SWO winter storm closings policy

(Editor's note: The policy has been updated, actually reverting to standing policy that was changed in January 2013.)

SWO Tribal members are asked to please contact Tribal Law Enforcement at 698-7661 in the event of an emergency, and to be as specific as possible concerning the nature of the problem.

Tribal officials ask that anyone away from home during a storm, if you find shelter, please notify Tribal Law Enforcement that you are safe. That could prevent rescue workers from endangering themselves out looking for you.

The public is asked to plan ahead when the forecast calls for a possible winter storm. This includes checking to make sure there is ample heating fuel, food, and drinking water. For those with serious medical conditions, be certain there is ample medication on hand.

In some cases, dialysis patients and others with acute health problems should contact their health provider about staying in a "swing bed" or with family or friends close to the health care center. Telephone number is 698-7606.

Tribal office business hours

on winter storm days

The Tribal offices will be closed due to winter weather in conjunction with the closing of either Tiospa Zina Tribal School or Sisseton Public Schools. If it is announced in the news, either on the radio or television, that the Sisseton Public Schools or Tiospa Zina Tribal School will be starting one hour late due to winter weather then the Tribal offices will open one hour late. If the school is closed because of a major winter storm for an entire day then so shall the Tribe.

If, however, the school is closed because of a non-storm related problem, such as broken waterlines, then the Tribe shall be open during normal business hours.

Above all, employees are asked to please use their best judgment when traveling in winter storms except in emergencies. (And then, please let other sin your family, or friends, and Tribal Law Enforcement, know your plans.)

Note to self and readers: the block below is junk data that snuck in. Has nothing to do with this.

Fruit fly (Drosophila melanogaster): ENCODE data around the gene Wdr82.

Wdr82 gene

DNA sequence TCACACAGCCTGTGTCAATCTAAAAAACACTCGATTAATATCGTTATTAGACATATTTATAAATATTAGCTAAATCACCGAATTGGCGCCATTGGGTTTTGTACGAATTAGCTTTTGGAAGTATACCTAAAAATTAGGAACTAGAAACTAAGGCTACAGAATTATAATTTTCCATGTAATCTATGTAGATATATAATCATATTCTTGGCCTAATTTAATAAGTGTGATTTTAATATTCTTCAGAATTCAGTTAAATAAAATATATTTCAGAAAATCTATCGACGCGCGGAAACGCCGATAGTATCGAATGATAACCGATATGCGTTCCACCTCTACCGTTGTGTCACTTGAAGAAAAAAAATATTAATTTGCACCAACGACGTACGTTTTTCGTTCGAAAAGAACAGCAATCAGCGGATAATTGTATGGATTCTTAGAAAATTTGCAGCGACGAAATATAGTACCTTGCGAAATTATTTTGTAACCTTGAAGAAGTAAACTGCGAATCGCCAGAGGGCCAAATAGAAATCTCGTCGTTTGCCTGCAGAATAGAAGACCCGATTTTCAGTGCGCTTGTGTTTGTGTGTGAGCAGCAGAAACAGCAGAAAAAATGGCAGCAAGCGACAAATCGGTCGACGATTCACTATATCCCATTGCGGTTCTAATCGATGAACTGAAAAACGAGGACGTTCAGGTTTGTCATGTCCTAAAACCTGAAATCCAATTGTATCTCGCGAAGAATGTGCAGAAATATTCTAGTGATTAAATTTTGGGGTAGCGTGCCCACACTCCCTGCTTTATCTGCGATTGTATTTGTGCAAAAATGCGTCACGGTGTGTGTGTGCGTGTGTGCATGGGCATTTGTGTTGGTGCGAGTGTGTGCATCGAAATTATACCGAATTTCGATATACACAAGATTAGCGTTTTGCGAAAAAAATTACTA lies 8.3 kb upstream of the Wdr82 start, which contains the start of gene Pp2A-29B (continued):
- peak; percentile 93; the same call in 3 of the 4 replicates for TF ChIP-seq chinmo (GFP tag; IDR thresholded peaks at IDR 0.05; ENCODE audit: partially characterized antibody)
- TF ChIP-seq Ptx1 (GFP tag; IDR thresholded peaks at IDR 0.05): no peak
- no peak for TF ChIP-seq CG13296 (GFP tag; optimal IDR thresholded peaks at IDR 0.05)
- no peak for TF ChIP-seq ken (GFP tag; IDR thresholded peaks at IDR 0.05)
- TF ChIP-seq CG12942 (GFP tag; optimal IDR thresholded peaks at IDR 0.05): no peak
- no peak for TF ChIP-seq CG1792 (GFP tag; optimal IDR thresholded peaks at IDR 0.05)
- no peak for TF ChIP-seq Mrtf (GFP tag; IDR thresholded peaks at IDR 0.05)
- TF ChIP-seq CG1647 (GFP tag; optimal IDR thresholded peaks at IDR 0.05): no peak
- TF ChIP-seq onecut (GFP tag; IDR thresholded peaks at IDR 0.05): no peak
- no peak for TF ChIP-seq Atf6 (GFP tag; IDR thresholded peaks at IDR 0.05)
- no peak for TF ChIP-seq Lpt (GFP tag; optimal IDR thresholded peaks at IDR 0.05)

If possible, everyone is asked to please check on your elderly family members and friends during such times.

SWO Head Start

closing policy

All delays/cancellations are posted on KELO and KSFY TV stations. You may also access the KELO Closeline website at www.keloland.com/Weather/Closeline.cfm/.

They are also announced on Tribal Radio Station KXSW.

SWO Head Start follows weather-related delays/cancellations made by Tiospa Zina, Sisseton Public Schools, and Tribal administration. Head start closes in accordance with SWO Personnel Policies.

Delays: A one-hour delay means Head Start employees shall begin arriving at 9:00 a.m. Please check with your child's teacher for earliest arrival time to allow adequate preparation.

For safety reasons, buses do not transport children if the temperature is -20 degrees or colder, with or without wind chill. In these conditions, parents/guardians must transport their children to and from school. Children will be excused if parents cannot provide transportation.

Editorials –

Sota guest editorial –

12 Quotes from an Oglala Lakota Chief that will make you question everything about our world

By Arjun Walia

Collective-evolution.com – Jan. 11, 2016 – It's 2016, and across the globe we are seeing indigenous elders from various locations on the planet coming forward to share wisdom that is so desperately needed. All of us who live on the planet are feeling the heat as we recognize that the time for change is now, and that this window of opportunity won't be open forever.